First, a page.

Main Article Content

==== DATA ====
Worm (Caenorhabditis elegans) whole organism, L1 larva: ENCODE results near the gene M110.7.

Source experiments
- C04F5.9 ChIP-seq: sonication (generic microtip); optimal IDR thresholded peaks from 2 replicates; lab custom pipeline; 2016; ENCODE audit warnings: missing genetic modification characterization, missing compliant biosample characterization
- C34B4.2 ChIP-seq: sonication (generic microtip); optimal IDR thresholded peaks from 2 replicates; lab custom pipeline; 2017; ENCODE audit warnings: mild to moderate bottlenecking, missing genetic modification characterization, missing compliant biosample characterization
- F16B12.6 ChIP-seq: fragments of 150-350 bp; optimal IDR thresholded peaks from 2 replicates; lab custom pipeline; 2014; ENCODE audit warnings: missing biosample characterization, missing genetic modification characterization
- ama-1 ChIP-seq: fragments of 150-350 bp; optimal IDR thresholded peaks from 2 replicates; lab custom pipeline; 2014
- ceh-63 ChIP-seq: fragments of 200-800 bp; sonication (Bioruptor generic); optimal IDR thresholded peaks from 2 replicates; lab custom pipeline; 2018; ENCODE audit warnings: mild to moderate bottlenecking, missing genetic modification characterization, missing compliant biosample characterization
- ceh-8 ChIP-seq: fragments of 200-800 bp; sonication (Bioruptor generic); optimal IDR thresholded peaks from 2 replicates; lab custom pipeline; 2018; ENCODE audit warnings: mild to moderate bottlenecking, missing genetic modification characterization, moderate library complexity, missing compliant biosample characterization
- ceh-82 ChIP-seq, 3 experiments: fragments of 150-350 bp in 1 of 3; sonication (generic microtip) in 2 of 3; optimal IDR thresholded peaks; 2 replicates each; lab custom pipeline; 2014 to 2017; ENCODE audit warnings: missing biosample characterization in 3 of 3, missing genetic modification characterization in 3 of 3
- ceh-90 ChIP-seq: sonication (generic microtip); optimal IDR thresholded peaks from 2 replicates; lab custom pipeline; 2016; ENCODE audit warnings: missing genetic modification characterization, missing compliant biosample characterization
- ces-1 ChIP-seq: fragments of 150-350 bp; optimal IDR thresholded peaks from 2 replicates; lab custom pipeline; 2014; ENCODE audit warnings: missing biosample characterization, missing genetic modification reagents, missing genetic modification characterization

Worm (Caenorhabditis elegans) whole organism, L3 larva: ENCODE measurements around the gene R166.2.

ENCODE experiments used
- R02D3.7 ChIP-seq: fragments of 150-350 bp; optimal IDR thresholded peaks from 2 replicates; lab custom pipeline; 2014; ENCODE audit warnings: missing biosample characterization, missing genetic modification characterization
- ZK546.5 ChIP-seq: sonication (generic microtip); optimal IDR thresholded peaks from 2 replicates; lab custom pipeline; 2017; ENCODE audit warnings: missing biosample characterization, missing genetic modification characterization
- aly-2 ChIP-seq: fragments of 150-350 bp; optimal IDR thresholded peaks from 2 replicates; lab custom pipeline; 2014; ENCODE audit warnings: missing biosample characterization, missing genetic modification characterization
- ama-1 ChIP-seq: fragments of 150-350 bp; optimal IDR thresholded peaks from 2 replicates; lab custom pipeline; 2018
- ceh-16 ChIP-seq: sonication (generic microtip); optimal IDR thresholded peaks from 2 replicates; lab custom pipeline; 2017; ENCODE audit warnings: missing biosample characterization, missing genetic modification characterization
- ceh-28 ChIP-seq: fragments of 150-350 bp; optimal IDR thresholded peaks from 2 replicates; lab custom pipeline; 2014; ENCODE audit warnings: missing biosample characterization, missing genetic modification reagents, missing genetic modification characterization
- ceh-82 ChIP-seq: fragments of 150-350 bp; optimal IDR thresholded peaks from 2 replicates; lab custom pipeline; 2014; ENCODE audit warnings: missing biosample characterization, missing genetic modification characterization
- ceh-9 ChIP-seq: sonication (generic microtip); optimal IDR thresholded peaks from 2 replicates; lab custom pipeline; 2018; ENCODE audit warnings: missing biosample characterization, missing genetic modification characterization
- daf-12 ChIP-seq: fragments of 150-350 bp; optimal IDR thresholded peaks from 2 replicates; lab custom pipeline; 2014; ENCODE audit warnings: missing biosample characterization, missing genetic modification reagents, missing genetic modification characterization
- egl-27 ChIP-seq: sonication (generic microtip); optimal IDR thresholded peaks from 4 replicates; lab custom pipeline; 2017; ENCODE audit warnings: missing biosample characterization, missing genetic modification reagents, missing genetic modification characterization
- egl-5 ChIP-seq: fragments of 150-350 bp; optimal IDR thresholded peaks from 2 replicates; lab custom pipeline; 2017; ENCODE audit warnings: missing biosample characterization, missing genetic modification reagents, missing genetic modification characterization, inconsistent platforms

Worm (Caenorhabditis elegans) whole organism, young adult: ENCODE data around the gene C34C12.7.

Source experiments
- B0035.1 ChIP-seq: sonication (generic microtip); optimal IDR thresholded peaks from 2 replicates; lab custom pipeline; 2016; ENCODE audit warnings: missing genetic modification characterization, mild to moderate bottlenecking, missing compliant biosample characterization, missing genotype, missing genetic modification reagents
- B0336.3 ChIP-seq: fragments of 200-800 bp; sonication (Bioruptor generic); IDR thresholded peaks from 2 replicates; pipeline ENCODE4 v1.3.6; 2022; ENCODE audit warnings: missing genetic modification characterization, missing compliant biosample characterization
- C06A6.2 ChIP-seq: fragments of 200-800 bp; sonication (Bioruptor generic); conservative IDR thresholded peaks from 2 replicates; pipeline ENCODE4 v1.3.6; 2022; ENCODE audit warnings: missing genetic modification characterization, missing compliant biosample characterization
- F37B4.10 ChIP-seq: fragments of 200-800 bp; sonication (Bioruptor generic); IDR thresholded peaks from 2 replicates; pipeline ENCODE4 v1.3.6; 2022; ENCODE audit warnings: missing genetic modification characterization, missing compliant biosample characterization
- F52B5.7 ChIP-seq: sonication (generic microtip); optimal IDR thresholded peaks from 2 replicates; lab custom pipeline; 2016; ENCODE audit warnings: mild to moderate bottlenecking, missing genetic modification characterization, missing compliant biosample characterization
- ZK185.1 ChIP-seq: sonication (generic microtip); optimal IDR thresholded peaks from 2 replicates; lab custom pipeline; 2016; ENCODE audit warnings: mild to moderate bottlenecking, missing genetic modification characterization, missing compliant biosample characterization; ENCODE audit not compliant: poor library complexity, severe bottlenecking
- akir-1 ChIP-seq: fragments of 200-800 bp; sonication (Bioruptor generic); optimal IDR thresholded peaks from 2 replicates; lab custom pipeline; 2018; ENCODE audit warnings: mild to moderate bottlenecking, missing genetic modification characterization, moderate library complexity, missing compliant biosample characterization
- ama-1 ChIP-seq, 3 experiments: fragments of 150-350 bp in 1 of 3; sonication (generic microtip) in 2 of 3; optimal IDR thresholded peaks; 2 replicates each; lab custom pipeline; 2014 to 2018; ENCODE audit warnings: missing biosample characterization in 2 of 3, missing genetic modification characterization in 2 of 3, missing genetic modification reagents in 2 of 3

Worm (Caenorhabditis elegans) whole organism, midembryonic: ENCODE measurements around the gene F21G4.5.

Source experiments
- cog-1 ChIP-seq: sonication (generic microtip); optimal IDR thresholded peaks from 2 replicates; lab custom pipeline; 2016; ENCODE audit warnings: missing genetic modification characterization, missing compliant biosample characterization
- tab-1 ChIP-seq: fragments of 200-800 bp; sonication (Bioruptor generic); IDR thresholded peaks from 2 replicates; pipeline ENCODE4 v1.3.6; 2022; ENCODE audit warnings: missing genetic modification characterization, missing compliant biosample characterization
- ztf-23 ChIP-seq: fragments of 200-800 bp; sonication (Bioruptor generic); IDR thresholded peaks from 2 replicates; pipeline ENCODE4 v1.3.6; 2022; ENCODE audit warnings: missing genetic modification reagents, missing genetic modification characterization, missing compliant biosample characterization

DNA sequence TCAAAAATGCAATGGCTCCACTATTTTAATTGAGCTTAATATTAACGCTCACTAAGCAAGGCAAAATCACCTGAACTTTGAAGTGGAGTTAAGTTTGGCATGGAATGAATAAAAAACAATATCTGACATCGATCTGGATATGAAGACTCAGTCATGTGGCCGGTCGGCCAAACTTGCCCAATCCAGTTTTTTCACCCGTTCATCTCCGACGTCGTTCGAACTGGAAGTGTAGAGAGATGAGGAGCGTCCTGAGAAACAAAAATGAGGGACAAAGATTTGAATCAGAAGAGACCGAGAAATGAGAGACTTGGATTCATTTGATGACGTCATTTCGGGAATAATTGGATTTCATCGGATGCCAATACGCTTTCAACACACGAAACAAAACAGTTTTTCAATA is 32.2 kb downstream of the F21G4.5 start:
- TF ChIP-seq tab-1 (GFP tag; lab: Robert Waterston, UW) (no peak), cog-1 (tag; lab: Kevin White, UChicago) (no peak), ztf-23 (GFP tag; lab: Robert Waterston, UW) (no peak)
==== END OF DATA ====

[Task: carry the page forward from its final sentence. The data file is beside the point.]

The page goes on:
Forest management is an important strategy which can significantly contribute to climate change mitigation through appropriate care of forest resources. This study was carried out to evaluate two systems of carbon stock accumulation; a harvested forest verses a non-harvested forest. Both the above-ground and below-ground cabon stocks were assessed. Biomass of standing trees, poles and ground vegetation was measured for carbon determination in defined areas using an allometric relationship. Soil (core and composite) samples were collected from 0 –20, 20 – 40 cm and below 40 cm depths, assessed for density, carbon concentration, and profiles C-stocks were estimated. ANOVA and t-tests were performed to compare the effects of forest management on total carbon stocks. The results showed that the total above ground timber carbon (AGTC) was higher in non-harvested forest (220±154 t/ha–1) than in harvested forest (128.6±86.1 t/ha-1). The overall mean carbon stock was higher in the non-harvested forest (357±179) than in the harvested forest (257.4±93.1), which was statistically significant (p=0.031, >0.05). However, the soil organic carbon (SOC) pool was observed to be higher in the harvested forest (101.5±36.1) than in non-harvested forest (89.6±26.5).